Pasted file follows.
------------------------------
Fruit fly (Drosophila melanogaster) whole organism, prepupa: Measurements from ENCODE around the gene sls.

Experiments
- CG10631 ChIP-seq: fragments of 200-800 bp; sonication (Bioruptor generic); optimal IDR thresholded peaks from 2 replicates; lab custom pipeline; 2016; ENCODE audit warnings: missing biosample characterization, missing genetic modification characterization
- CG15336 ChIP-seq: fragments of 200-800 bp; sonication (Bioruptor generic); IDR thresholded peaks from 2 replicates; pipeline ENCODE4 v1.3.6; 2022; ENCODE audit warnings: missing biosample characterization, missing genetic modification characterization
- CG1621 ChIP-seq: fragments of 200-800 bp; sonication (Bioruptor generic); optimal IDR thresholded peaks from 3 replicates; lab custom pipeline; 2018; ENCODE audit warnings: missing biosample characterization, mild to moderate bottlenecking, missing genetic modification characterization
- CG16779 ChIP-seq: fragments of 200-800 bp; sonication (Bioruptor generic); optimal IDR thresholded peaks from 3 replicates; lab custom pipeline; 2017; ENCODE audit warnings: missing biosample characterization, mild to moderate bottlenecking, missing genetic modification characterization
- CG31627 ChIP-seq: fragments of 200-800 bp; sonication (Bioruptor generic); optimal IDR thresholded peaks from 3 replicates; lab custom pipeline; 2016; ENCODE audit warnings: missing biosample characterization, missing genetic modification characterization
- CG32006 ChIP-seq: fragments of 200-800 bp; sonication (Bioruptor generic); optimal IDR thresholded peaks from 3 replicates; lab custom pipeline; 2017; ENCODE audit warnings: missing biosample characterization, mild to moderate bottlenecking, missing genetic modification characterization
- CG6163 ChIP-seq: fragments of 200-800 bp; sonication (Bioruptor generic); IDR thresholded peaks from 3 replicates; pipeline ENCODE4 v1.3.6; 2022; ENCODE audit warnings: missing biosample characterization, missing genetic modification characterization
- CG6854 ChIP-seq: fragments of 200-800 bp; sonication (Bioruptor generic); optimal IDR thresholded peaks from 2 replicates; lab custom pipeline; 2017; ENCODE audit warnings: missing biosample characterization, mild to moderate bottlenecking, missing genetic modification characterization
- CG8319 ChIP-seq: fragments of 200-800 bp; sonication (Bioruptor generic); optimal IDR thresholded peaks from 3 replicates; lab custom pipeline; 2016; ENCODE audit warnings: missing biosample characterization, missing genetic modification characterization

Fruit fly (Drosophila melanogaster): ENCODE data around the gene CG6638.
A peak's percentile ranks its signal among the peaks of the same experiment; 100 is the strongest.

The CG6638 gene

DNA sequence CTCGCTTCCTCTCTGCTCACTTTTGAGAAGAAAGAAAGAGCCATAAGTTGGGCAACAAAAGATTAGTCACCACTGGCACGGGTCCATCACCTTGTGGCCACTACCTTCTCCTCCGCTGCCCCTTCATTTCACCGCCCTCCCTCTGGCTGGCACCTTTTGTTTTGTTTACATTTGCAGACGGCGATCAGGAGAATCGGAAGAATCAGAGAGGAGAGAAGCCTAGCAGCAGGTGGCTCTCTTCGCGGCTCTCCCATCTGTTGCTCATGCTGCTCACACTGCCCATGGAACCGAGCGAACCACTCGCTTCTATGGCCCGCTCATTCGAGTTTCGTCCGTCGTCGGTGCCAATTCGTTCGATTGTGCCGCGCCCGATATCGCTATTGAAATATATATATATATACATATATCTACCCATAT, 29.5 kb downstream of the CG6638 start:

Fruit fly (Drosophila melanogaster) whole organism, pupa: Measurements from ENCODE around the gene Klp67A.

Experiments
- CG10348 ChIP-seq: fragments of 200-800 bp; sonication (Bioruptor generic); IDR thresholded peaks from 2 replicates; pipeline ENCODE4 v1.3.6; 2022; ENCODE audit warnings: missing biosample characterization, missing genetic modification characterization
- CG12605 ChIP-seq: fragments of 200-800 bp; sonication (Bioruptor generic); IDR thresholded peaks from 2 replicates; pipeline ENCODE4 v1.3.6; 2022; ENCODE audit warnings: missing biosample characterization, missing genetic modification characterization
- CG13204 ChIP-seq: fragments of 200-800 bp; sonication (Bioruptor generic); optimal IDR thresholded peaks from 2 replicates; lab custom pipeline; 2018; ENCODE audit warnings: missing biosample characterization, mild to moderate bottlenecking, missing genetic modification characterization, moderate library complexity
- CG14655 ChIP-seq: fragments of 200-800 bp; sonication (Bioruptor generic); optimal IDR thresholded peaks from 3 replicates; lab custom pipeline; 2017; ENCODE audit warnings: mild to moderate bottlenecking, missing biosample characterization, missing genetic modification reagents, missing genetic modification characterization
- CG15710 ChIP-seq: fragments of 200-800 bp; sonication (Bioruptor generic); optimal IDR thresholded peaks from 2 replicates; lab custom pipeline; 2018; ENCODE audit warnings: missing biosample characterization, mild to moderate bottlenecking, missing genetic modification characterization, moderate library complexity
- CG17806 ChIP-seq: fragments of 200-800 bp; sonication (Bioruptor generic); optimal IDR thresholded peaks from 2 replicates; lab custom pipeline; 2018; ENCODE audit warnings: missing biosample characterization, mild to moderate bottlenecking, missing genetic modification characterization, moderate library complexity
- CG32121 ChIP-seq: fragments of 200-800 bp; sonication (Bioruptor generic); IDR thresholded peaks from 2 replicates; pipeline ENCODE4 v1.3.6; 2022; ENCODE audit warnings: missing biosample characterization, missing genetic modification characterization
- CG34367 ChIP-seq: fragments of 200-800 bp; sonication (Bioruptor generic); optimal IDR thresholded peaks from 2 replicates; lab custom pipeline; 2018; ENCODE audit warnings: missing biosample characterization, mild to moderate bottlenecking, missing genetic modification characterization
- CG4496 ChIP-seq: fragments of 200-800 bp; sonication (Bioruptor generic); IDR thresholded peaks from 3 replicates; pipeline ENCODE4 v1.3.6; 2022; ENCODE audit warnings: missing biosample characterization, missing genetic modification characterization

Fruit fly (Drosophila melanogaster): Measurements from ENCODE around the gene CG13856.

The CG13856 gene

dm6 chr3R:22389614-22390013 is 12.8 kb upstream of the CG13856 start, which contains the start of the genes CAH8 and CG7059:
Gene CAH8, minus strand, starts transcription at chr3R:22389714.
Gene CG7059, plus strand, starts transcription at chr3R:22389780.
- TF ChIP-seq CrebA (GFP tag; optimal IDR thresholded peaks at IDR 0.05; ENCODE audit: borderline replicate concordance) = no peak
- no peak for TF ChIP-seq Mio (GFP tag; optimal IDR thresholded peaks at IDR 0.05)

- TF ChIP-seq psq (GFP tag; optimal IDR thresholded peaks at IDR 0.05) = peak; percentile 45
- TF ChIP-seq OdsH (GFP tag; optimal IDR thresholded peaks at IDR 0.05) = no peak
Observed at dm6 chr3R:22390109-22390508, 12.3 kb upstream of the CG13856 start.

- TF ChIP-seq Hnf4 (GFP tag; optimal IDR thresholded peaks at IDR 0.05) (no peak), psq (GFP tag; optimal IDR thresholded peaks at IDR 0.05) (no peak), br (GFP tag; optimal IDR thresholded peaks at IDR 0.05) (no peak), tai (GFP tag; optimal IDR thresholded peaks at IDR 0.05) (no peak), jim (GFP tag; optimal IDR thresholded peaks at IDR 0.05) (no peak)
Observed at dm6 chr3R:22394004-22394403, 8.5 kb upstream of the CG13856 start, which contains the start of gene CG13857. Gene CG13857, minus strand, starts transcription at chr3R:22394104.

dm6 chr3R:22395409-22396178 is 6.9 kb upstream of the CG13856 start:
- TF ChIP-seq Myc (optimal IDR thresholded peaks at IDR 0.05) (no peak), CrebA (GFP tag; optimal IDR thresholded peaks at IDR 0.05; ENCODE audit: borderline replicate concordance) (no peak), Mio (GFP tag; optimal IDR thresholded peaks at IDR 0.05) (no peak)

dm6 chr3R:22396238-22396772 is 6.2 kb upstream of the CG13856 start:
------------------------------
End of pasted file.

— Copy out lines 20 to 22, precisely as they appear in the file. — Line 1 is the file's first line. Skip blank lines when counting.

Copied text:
- CG13204 ChIP-seq: fragments of 200-800 bp; sonication (Bioruptor generic); optimal IDR thresholded peaks from 2 replicates; lab custom pipeline; 2018; ENCODE audit warnings: missing biosample characterization, mild to moderate bottlenecking, missing genetic modification characterization, moderate library complexity
- CG14655 ChIP-seq: fragments of 200-800 bp; sonication (Bioruptor generic); optimal IDR thresholded peaks from 3 replicates; lab custom pipeline; 2017; ENCODE audit warnings: mild to moderate bottlenecking, missing biosample characterization, missing genetic modification reagents, missing genetic modification characterization
- CG15710 ChIP-seq: fragments of 200-800 bp; sonication (Bioruptor generic); optimal IDR thresholded peaks from 2 replicates; lab custom pipeline; 2018; ENCODE audit warnings: missing biosample characterization, mild to moderate bottlenecking, missing genetic modification characterization, moderate library complexity